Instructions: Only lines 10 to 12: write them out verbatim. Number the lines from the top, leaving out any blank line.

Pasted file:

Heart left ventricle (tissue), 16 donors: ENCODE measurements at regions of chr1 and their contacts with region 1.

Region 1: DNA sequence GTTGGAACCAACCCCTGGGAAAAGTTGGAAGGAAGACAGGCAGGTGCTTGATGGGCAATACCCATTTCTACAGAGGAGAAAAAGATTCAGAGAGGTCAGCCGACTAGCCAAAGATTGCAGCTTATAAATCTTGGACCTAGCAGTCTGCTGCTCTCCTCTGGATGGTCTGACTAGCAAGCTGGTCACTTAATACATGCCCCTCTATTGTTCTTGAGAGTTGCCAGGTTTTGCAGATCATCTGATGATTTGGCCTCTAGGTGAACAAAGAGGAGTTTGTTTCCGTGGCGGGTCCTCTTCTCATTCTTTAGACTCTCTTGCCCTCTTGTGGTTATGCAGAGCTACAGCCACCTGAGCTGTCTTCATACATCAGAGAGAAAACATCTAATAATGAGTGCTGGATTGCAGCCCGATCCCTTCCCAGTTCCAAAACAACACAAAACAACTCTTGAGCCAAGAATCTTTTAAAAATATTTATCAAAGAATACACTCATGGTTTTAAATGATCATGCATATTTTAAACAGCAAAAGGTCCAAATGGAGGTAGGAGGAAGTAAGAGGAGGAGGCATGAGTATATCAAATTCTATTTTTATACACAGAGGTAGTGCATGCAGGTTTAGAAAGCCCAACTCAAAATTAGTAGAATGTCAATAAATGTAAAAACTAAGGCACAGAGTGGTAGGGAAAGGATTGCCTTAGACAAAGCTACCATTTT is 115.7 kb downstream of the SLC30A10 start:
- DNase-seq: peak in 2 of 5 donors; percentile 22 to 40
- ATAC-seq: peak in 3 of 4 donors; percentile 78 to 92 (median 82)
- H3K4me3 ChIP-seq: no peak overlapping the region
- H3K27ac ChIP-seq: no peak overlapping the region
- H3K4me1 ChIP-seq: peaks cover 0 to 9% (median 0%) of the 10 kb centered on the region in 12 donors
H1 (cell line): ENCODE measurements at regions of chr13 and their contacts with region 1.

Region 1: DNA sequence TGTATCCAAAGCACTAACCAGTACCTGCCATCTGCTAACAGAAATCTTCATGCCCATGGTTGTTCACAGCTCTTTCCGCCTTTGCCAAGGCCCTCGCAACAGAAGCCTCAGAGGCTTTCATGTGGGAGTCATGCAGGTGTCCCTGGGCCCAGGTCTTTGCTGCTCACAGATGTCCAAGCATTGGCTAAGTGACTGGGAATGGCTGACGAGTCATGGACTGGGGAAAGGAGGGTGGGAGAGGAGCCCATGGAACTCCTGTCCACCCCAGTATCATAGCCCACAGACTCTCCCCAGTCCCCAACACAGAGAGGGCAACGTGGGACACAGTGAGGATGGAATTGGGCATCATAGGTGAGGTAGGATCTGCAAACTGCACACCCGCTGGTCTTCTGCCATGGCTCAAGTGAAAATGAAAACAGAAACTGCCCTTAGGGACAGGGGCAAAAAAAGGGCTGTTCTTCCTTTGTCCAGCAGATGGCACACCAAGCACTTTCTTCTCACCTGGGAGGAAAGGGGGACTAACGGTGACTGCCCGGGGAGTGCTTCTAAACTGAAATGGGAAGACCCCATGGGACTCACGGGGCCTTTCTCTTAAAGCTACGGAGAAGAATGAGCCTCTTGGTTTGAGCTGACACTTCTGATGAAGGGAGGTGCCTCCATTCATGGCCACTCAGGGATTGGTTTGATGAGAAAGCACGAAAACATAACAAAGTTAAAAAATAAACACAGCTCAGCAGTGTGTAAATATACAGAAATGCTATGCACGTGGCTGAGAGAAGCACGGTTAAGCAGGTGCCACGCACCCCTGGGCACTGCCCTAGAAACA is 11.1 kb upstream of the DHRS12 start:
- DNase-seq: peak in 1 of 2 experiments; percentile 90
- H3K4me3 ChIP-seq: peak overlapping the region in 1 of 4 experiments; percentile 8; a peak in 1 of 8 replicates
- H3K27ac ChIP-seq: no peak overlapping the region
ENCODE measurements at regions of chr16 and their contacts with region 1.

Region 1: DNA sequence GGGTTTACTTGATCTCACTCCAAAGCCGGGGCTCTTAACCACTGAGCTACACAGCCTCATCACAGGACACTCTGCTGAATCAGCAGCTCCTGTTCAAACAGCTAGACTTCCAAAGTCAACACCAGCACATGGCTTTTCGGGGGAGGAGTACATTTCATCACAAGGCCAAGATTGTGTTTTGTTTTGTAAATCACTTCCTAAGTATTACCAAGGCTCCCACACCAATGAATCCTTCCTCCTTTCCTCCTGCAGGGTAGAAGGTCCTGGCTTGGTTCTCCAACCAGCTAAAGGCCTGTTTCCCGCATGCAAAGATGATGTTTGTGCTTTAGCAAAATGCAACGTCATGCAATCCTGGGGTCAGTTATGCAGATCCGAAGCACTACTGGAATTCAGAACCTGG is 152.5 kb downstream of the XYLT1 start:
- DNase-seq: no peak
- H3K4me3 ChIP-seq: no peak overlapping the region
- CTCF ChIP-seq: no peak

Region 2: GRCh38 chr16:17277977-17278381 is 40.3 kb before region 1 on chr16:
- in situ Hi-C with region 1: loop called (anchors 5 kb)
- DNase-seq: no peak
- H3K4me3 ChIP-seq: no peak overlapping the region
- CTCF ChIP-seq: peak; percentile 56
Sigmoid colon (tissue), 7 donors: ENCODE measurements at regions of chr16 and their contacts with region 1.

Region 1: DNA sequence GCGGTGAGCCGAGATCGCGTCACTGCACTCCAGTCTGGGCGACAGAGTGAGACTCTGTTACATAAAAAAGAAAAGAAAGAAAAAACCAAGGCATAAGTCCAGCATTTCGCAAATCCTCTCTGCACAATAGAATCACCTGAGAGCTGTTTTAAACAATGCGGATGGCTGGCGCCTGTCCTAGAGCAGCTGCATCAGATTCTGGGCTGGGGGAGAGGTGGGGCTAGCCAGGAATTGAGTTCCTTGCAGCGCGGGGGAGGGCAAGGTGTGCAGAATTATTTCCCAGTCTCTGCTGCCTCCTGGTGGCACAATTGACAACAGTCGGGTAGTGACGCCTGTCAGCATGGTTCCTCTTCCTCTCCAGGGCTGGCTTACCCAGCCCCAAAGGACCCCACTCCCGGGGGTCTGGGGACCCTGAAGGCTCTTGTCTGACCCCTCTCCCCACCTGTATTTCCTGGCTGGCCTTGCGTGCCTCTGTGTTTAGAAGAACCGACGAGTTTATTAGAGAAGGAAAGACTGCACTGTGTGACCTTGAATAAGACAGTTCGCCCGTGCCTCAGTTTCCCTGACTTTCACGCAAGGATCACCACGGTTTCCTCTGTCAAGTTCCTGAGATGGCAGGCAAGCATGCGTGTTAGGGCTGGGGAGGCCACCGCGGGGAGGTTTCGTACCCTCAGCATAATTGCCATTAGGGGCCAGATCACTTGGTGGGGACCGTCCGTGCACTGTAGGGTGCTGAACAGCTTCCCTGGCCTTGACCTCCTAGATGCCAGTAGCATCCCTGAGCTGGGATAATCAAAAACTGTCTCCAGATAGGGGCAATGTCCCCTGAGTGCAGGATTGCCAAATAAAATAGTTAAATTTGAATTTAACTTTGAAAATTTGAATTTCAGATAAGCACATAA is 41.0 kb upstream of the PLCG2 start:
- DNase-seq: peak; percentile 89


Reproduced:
- DNase-seq: peak in 1 of 2 experiments; percentile 90
- H3K4me3 ChIP-seq: peak overlapping the region in 1 of 4 experiments; percentile 8; a peak in 1 of 8 replicates
- H3K27ac ChIP-seq: no peak overlapping the region